ICBC forecasted to lose a whopping $890M this fiscal year
The “financial dumpster fire” at British Columbia’s public insurer continues to burn out of control, according to the B.C. attorney general.
"This financial situation reflects the mounting pressure ICBC is under from the rising number and cost of claims,” David Eby said in a statement Friday.
The Insurance Corporation of British Columbia said it currently has posted a loss of $582 million in the first two quarters and is projected to lose $890 million at the end of the fiscal year.
Last fiscal year, ICBC had a posted net loss of $1.3 billion.
Eby said there were a few reasons why this is happening: bodily injury costs have soared and claims are taking longer to resolve, resulting in higher costs. He added that plaintiff lawyers are strategically building the value of the claim and demanding more money for settlements.
"These trends are becoming more severe. Since March 2017, the dollar value of settlements demanded by plaintiff lawyers for litigated files increased by 27 per cent,” Eby said.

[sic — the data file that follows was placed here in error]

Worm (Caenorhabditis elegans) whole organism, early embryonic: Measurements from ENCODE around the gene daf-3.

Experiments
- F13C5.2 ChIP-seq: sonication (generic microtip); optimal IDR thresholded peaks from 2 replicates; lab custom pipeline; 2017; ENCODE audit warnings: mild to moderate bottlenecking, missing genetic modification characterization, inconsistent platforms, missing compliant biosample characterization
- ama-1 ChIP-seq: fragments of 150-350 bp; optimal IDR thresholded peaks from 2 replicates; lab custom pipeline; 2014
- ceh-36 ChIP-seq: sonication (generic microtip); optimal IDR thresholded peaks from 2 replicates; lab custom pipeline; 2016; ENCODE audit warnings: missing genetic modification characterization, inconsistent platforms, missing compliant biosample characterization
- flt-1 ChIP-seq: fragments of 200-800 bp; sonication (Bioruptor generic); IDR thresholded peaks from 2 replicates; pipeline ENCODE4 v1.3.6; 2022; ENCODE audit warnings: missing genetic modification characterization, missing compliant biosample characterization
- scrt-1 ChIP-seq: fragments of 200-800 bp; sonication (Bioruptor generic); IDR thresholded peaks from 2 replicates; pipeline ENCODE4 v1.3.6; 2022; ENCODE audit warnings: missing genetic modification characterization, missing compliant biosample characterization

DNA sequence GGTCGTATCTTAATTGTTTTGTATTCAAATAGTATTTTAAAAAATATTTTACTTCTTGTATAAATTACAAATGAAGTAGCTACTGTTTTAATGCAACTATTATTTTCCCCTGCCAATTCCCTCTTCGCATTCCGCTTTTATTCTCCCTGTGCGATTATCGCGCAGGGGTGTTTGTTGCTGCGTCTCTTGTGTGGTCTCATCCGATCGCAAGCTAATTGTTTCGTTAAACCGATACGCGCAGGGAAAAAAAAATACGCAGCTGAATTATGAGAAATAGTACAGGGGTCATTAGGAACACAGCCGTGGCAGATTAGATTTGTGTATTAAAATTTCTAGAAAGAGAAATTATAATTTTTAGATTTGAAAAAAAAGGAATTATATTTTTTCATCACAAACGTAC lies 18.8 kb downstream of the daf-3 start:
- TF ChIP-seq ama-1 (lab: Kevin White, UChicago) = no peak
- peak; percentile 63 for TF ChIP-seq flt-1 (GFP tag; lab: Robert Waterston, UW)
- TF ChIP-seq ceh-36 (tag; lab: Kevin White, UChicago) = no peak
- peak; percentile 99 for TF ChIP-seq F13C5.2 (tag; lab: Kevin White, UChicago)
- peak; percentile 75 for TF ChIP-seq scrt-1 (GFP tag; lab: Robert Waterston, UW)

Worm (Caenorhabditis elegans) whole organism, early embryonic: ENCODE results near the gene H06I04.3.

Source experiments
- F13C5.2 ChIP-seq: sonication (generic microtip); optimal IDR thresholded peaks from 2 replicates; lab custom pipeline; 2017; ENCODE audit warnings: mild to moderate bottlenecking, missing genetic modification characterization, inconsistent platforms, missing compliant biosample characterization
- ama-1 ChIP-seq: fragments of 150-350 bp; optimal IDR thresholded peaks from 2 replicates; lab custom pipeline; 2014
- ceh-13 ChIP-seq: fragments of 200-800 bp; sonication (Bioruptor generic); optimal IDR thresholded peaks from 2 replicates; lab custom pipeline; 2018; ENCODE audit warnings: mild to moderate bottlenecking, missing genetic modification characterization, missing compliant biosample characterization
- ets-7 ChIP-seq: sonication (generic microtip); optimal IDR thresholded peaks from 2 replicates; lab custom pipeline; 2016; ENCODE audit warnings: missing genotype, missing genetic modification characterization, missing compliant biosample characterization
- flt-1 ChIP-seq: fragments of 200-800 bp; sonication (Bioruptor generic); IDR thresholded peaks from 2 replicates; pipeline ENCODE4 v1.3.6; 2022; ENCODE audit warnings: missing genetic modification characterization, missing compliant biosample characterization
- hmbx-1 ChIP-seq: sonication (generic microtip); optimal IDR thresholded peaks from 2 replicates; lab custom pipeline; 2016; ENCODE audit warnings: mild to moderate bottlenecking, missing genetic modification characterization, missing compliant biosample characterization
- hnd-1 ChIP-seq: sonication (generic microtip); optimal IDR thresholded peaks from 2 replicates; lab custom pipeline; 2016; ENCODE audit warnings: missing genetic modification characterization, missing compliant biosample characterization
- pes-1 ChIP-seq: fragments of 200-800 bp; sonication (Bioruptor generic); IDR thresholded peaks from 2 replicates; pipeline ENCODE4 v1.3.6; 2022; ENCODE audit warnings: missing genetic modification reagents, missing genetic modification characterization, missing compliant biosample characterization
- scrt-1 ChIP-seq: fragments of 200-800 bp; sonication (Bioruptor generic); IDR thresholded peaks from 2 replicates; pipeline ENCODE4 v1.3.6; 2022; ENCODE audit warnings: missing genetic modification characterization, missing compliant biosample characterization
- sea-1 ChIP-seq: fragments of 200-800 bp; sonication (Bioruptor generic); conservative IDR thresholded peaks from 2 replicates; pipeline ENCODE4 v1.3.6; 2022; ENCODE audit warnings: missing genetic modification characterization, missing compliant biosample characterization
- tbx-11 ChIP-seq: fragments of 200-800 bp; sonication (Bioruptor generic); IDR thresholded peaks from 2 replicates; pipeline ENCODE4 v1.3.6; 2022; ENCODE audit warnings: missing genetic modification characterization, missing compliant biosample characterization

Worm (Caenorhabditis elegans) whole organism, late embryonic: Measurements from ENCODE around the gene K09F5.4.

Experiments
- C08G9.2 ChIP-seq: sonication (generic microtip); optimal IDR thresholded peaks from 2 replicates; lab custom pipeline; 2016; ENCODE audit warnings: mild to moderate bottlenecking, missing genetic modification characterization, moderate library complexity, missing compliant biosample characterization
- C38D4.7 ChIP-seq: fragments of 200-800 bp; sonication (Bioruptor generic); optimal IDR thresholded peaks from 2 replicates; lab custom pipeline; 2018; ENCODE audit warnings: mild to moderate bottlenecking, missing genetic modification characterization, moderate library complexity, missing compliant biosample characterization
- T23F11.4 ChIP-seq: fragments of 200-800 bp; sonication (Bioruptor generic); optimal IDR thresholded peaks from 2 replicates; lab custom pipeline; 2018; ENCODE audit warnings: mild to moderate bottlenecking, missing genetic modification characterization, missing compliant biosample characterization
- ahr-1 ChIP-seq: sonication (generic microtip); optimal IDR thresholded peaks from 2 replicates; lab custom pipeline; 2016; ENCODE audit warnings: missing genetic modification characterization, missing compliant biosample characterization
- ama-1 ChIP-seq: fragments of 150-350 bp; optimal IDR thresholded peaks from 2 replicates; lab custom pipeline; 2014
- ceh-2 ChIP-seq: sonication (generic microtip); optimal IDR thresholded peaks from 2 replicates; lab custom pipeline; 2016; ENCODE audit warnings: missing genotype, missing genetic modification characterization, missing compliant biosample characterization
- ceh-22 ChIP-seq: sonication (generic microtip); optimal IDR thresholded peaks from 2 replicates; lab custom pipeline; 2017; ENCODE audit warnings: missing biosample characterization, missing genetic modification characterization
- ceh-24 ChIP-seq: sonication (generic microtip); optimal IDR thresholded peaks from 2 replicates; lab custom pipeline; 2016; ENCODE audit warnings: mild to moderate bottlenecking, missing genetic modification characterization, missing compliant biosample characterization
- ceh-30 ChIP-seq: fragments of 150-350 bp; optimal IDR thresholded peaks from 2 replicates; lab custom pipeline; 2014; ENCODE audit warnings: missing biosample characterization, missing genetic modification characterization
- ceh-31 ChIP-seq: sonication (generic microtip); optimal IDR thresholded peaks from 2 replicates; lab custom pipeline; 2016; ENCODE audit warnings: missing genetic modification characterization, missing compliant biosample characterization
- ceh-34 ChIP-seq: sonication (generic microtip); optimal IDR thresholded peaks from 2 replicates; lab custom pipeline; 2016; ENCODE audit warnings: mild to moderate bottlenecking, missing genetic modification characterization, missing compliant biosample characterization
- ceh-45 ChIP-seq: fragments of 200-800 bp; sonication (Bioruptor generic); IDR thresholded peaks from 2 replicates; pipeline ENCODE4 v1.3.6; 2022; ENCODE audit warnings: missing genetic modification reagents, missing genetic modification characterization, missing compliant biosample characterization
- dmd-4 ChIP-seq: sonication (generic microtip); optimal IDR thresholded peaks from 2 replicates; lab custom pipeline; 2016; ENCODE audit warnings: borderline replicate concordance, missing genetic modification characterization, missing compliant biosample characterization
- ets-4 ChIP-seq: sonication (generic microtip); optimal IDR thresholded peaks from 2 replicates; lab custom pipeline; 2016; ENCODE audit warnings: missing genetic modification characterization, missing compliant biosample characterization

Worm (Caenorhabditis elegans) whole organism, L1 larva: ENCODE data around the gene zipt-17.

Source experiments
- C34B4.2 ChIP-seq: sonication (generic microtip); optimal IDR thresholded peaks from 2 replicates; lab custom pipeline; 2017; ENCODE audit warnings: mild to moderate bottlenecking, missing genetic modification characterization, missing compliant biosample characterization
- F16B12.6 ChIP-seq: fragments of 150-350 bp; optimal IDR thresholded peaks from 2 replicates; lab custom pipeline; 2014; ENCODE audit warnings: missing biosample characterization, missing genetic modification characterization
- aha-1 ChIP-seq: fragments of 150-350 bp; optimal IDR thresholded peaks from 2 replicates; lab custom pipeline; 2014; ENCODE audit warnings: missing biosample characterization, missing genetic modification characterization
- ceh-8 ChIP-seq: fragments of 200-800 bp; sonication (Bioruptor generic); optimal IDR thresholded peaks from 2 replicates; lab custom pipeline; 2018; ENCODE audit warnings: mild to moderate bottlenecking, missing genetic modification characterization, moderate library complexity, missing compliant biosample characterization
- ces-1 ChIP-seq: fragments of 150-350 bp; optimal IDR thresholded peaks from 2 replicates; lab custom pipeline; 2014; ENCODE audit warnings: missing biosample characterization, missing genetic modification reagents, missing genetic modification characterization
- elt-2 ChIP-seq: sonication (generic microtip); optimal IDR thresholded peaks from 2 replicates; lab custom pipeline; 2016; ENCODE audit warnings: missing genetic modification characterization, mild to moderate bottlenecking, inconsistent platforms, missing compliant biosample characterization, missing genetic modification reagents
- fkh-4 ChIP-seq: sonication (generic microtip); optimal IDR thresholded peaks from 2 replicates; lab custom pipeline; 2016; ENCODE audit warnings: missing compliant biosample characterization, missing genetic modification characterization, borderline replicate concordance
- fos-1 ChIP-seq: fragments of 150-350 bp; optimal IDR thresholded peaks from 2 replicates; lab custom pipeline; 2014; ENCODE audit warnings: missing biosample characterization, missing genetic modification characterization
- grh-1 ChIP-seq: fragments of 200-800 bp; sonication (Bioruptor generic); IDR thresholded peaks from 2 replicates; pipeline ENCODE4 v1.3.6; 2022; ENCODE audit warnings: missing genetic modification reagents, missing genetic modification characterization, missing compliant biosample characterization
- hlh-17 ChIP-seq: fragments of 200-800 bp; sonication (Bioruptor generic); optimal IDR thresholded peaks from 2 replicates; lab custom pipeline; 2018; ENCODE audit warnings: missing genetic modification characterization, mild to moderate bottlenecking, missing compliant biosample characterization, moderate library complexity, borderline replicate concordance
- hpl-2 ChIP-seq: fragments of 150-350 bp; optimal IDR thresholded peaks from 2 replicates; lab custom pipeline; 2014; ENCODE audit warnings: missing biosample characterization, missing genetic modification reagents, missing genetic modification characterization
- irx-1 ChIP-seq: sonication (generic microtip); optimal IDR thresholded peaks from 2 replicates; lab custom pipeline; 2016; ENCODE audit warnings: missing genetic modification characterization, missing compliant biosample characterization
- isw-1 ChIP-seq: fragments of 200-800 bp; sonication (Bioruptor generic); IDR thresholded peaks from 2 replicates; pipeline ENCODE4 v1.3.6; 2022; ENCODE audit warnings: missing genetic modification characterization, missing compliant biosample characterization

The average cost of closed litigated injury claims has gone up to $121,686 this fiscal year from $100,427 in 2017.
In a press release, ICBC said the increasing claims cost pressures it is experiencing are not showing signs of slowing down unless there is a major reform of the auto insurance product.
It added the current system requires “substantial modernization,” and it is working with the province to finally do that.
“These changes will shift the focus away from maximizing payouts to a care-based system – which makes taking care of people injured in a crash the top priority, with more money for the treatments and support they need to get better and less spent on legal costs,” it said.
In February, the province unveiled the most drastic overhaul of the Crown corporation in decades, including a controversial cap on minor injury claims.
Eby projects the changes will bring in savings of about $1 billion but he said the province won’t see the improvements until the reforms take effect next April.
“It is now clear that this government needs to look for even more ways -- beyond what is already planned -- to further reduce the escalating cost of claims,” he said.
ICBC said it will also address the growing claims costs pressures with the next basic rate application, which is due to the British Columbia Utilities Commission by Dec. 15.